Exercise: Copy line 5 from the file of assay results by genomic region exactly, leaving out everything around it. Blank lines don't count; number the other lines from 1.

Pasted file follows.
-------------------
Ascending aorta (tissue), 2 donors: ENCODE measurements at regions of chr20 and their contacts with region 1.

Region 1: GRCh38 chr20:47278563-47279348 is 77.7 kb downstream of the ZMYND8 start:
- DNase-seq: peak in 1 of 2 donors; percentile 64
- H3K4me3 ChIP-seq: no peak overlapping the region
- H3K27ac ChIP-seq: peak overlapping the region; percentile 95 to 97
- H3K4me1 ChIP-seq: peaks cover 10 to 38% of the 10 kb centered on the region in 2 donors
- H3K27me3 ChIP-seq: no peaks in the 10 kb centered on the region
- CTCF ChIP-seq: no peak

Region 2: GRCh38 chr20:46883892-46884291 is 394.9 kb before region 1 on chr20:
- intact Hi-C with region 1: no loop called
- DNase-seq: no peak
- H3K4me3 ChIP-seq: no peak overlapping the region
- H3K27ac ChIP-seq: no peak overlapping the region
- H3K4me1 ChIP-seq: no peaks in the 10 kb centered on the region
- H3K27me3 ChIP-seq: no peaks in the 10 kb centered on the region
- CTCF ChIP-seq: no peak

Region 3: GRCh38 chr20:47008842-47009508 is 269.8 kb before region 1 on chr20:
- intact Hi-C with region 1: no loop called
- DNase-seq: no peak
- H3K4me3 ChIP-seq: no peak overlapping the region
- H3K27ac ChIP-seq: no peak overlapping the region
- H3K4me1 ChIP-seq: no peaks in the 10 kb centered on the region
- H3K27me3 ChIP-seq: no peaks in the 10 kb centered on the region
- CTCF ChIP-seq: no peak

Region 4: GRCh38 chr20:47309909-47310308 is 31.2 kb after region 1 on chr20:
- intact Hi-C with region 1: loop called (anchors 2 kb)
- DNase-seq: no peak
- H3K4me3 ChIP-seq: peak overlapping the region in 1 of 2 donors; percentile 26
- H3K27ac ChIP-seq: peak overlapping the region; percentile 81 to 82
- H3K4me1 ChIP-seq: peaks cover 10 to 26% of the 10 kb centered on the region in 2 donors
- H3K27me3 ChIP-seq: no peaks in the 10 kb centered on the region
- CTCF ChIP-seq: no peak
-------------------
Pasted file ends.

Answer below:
- H3K27ac ChIP-seq: peak overlapping the region; percentile 95 to 97